- Two-factor authentication
Two-factor authentication is another way that contractors can prevent cybersecurity threats from putting their work and reputation at risk. Combating unauthorised access is much easier with two-factor authentication, keeping content management systems, project management tools and web hosting providers secure. There are numerous third party applications that help contractors to secure accounts and collaborate safely.
- Smarter password sharing
Smart password sharing is an essential element of a successful cybersecurity plan. A stolen password can have a devastating domino effect and can lead to hackers gaining full control of the digital ecosystem. What’s more, hackers then have the opportunity to capitalise on this access with ransomware attacks. Contractors need to have access to a client’s data and systems in order to do their work effectively, but smarter password sharing can help (and should be standard practice across the board).
Instead of sending passwords over email or chat, where they can be accessed if they land in the wrong hands, use password managers such as LastPass which will enable contractors to have access to the relevant credentials without needing the exact passwords. This reduces the burden on contractors in protecting login details, and also provides security and peace of mind for business owners.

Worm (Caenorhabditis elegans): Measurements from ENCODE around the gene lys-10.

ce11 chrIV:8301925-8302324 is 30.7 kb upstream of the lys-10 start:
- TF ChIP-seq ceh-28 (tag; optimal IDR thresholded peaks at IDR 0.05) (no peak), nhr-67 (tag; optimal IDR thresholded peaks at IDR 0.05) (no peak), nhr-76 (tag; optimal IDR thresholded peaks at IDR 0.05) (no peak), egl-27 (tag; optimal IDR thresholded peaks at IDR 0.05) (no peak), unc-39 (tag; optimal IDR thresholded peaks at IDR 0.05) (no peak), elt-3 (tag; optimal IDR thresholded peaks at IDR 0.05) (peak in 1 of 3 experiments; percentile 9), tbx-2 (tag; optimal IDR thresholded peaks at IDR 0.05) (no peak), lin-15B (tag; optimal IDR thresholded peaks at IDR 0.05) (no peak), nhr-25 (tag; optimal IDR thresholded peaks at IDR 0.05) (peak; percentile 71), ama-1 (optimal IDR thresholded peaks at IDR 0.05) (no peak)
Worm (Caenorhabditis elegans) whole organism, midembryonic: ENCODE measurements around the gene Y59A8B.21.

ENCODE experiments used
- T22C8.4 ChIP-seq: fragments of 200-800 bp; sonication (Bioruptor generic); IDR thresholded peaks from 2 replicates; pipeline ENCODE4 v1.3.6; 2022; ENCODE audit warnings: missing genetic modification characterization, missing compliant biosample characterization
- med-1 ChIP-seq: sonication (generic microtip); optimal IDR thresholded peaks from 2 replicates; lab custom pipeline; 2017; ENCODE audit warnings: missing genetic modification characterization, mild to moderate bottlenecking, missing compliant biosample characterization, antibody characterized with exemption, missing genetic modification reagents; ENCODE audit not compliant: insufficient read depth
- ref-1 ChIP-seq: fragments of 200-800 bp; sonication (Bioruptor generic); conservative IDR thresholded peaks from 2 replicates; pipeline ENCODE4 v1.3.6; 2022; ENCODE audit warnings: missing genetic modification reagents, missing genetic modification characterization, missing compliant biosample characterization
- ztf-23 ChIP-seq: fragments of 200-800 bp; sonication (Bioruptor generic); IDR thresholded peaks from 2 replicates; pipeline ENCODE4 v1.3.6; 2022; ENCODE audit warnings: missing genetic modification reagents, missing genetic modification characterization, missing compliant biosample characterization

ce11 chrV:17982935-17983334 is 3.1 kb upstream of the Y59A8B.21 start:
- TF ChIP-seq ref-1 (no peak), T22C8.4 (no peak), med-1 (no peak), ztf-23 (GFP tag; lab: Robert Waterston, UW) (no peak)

Staying ahead of cybercriminals
With the continued rise of remote working, freelancers and contractors, cybercriminals are shifting the focus towards self-employed workers and that poses new challenges for those working in this way, as well as businesses employing contractors. However, with careful planning, the use of appropriate software and thorough research into qualified professionals and businesses who understand the value of digital security, contractors are able to reduce the risk of an attack.